” “ramshackle use o language.” namely. he contemplated. and simplistically paraphrased ita paraphrase where the subtlety and f cogency o Leavis’s reasoning disappears and what remains is an inert. at anyrateof university quality. almost overnight.. in England.” “nervous f f f mannerisms o style. The proper standard can be maintained only if the students the university is required to deal with are-for the most part. o Hemingway as a great writer. “the nightmare of the intensification of what Matthew Arnold feared. and what he stood for.the more insidious becomes the menace to standards and the more potent and unashamed t h e animus against them. and showed his astonishment at American academics writing on novels from Jane Austen to D. Melville. Conrad.. Henry James.” Still another misrepresentation Leavis suffered from all his life concerned his English style.” One critic compared his f f English to “athird former’s translation o Cicero”.” he was accused o being f anti-American. what he had written.H. even though he had written with critical acumen and insight on Mark f Twain and T. interpreted f the general acceptance. So closely tied u p Leavis’s thought process is with his style that it is impossible Fall 1998 .” thereby debasing ”research.” Looking around as he saw the upsurge of the democratic mass university in the seventies he realized that already there was no redeeming it-there was no redeeming it because. Hawthorne. skeletal account of what Leavis was conveying. and.attack him. as well as about f “The Americanness o American Literature. Lawrence with “utter insensitiveness t o those refinements of perception. as misrepresent it.” against the unif versities “turning out hordes o ‘substandard’ would-be researchers.H. and when he sug404 gested that “neither democratic zeal nor egalitarian jealousies should be permitted to dismiss or discredit the fact that only alimited portion of any young adults is capable of profiting by. and James) “carryf ing with it the promise o a robust continuing life” and suggested that “in Jane Austen. For instance. the Ezra Pound o Hugh Selwyn Mauberley. ceased to believe in its own assumptions and recoils nihilistically from itself . And this because. Leavis prophetically foresaw.” The more you extend higher education. as he calls it. when h e protested against “the transition from quality to quantity in education. Dickens. H e was accused of being both elitist and anti-democratic. as he wrote just four years before his death. university education.S. Melville. He was frequently accused o “clumsiness o expression. and D. Eliot. “and especially in an age of technological aids and open universities . or enjoying. as a sign of f the collapse o standards.” A reviewer in the Times Literary Supplement quoted a long sentence from Leavis’s comment on Milton’s influence in the nineteenth century. another described it as “cokelike in its roughness and chill”. George Eliot. “the civilization it represents has. If standards are not maintained somewhere the whole community is let down. valuation and interest which imply the collaboratively created human reality they depend on. distinction. Lawrence we have the successors o f Shakespeare. voided of which the novelist’s theme becomes a mere opportunity for such gratuitousf ness o ‘interpretation’as the critic’s need to be original may prompt him (or her) to contrive. and still another blamed him for his “imprecise prose and bad temper.”and against the accelerating drift of Americanization leading us headlong towards the Comprehensive University.” where he referred to the “American c e n t r a1 tradition ” (Cooper . the danger of England becoming a greater Holland or a little America. among other things. Hawthorne.” Another misrepresentation concerned Leavis’s views on university education.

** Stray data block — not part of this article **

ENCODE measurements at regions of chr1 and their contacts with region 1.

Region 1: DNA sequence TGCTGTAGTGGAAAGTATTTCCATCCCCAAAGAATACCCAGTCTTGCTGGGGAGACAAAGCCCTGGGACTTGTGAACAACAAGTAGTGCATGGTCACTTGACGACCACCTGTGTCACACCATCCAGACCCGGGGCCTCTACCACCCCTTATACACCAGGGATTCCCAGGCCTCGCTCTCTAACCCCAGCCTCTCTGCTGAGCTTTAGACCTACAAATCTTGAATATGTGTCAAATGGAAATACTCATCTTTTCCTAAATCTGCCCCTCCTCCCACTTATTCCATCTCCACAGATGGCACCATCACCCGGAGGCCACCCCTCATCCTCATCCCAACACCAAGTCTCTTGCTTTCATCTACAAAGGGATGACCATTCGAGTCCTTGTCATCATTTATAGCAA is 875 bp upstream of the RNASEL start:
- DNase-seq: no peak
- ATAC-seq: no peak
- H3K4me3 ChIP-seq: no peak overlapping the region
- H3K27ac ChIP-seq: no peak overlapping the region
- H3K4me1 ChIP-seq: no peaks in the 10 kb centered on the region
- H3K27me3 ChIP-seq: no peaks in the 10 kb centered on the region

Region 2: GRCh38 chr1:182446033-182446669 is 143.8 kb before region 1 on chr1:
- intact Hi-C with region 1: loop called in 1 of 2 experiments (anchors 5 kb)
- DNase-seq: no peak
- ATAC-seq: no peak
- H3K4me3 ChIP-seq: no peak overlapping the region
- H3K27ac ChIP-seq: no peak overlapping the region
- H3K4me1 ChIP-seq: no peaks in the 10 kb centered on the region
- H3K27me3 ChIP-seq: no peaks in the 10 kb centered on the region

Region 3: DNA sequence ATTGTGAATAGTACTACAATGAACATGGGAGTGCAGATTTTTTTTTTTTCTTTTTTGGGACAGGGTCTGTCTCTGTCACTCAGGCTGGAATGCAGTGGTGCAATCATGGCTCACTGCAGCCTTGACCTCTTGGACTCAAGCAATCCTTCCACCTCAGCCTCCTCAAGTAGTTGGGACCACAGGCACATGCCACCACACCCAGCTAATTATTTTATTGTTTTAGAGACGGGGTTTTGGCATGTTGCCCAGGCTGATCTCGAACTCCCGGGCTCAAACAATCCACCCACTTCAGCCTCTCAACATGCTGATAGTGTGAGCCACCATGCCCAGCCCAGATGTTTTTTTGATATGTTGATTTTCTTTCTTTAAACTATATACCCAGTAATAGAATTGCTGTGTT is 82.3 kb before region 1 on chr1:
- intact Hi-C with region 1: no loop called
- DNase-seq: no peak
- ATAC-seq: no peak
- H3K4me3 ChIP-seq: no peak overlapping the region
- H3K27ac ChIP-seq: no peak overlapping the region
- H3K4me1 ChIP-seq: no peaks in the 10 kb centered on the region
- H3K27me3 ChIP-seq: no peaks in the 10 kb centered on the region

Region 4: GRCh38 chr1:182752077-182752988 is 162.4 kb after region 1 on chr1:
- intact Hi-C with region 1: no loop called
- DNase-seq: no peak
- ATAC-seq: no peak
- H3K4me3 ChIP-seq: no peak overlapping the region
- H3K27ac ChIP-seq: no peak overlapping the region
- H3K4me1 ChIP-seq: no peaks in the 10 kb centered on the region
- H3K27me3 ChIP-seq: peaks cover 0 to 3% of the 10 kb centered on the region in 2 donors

E. is not a virtue but a duty. It is f ironic that with all his “sensitizing familf iaritywith the subtleties o language. and D. It was so with Dr. Leavis’s reaction was: “I am not going t o attempt that kind of paraphrase for the American or any other reader. How could Leavis’s criticism. Johnson. of society. Leavis should be considered incapable of writing “good English. When Leavis’s book on Lawrencewas being published in America by Knopf.t o improve upon or modify his English without blunting the edge and losing the characteristic nuance of irony and the sophisticated subtlety of intellectual statement.” A critic of life as well as of literature. George Eliot.” as well as of university education. But so is fidelity to one’s own thought in all its subtlety and complexity. couched in a “ramshackle. There I stand and. as Luther said. if those who bought them could not easily make out what he was saying? Clarity of expression. and of what he called “certain menacing characteristics of our civilization. There is no important critic who did not have such a style-the personal quality and peculiarity of style reflecting the individuality and independence o his f mind and thought. pregnant.” Those who accused Leavis of the obscurity and incomprehensibility of his English should have asked themselves some very simple questions-and they. and the insight into the relations between abstract or generalising thought and the f concrete o human experience” acquired through a long and assiduous frequentation of such masters of prose as Dickens.” “convoluted. but then we need to find some other name for him and to call him more than a critic. while dismissing his Two Cultures? The Significance of C. Leavis may be said to have worn in this f century the mantle o Matthew Arnold. Snow (1962).R. and she says it would give no trouble to anyone who can read the book. Leavis (my severest critic). and it is so with Leavis whose place is surely with them-and not with the cultivators or lovers o elegant English.” Modem Age 405 . if his English had been so bad? And lastly how can one account for the success and f numerous reprints on both sides o the f Atlantic o his books.”as Dame Edith Sitwell. A. of course.E. Lawrence. the publisher’s “stylist” wrote to Leavis suggesting that he clarify a particular sentence in the book. have had the vast impact it had? How could he have been such an effective teacher and such a lively and arresting public lecturer? How could he have given to the English language.P. so many pithy. so that one can say of him what A.’ I tried the sentence on Q.” it is no doubt F. Coleridge. Housman said o Arnold after the latter’s f death: “He leaves men behind him to whom we cannot refuse the name of critic. and Matthew Arnold. Leavis only attacked Snow because he is famous and writes good English.S. Eliot included). more than any other twentiethcentury critic (T.D. did not.H. ‘I can no other. Housman said. and memorable critical maxims and formulations. except Ezra Pound. Leavis-a mind that inevitably creates its own individual style.” and “incomprehensible” English. as John the Baptist was called more than a prophet. clearly implied: “Dr. It’s like being asked f to have a different kind o mind and to f have written a different kind o book. If there is any critic in this century o whom it may be f said that his was “an individual mind.